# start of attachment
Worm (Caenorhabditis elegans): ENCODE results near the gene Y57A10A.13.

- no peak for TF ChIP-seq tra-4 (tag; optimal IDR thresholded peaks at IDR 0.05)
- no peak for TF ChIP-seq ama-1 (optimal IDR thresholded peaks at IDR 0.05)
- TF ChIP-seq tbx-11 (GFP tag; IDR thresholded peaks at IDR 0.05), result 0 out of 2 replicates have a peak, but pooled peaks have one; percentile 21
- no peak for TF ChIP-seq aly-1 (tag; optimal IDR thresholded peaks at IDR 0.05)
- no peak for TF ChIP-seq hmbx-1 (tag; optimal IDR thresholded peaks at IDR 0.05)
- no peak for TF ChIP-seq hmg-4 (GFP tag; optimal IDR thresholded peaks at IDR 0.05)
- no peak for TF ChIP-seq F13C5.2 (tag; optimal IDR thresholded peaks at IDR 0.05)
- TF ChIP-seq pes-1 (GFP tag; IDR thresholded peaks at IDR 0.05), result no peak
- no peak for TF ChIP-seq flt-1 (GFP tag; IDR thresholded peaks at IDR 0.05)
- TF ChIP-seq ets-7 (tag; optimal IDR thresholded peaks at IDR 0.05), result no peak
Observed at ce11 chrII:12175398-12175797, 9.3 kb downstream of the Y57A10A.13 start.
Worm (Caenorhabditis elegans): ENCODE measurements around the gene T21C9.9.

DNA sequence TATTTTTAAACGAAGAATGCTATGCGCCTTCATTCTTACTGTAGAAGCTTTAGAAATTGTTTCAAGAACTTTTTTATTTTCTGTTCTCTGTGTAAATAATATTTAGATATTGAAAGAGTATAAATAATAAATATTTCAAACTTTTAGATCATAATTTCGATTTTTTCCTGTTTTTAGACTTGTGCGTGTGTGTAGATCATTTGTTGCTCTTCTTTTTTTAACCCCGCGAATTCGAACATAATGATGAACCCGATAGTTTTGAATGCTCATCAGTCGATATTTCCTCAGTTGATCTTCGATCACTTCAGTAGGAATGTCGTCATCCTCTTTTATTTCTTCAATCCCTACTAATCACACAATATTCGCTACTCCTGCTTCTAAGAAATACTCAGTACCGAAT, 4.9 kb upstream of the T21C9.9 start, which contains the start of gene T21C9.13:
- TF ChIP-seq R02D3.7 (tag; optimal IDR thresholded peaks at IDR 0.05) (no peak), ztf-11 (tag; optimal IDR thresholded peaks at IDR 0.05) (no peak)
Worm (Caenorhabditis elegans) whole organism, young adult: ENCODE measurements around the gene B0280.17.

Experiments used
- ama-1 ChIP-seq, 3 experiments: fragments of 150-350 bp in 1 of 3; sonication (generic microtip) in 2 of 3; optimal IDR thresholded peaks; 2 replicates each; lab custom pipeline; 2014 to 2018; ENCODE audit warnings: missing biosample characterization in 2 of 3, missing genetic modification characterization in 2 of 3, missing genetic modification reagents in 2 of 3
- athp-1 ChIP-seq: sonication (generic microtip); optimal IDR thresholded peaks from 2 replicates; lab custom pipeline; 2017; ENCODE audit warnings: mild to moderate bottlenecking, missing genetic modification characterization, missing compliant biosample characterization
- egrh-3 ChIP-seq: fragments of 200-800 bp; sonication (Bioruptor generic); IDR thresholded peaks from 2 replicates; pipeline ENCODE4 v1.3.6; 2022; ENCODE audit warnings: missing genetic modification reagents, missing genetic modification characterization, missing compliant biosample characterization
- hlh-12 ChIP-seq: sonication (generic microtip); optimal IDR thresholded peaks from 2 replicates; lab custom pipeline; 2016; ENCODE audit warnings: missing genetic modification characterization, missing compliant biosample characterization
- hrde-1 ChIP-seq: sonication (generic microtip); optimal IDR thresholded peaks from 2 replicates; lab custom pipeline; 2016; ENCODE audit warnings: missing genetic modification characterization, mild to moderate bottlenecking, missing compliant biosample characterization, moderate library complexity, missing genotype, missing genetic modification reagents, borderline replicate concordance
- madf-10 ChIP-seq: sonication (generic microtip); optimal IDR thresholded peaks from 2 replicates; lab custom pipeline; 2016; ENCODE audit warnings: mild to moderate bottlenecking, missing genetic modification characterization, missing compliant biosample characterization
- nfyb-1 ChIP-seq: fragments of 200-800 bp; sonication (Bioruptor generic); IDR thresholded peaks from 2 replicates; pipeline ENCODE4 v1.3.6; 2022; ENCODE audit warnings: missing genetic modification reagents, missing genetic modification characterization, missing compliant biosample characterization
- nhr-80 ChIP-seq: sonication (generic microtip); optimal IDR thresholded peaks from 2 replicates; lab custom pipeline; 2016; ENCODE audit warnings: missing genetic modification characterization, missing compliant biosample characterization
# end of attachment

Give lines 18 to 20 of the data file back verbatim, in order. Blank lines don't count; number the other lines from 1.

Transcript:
- ama-1 ChIP-seq, 3 experiments: fragments of 150-350 bp in 1 of 3; sonication (generic microtip) in 2 of 3; optimal IDR thresholded peaks; 2 replicates each; lab custom pipeline; 2014 to 2018; ENCODE audit warnings: missing biosample characterization in 2 of 3, missing genetic modification characterization in 2 of 3, missing genetic modification reagents in 2 of 3
- athp-1 ChIP-seq: sonication (generic microtip); optimal IDR thresholded peaks from 2 replicates; lab custom pipeline; 2017; ENCODE audit warnings: mild to moderate bottlenecking, missing genetic modification characterization, missing compliant biosample characterization
- egrh-3 ChIP-seq: fragments of 200-800 bp; sonication (Bioruptor generic); IDR thresholded peaks from 2 replicates; pipeline ENCODE4 v1.3.6; 2022; ENCODE audit warnings: missing genetic modification reagents, missing genetic modification characterization, missing compliant biosample characterization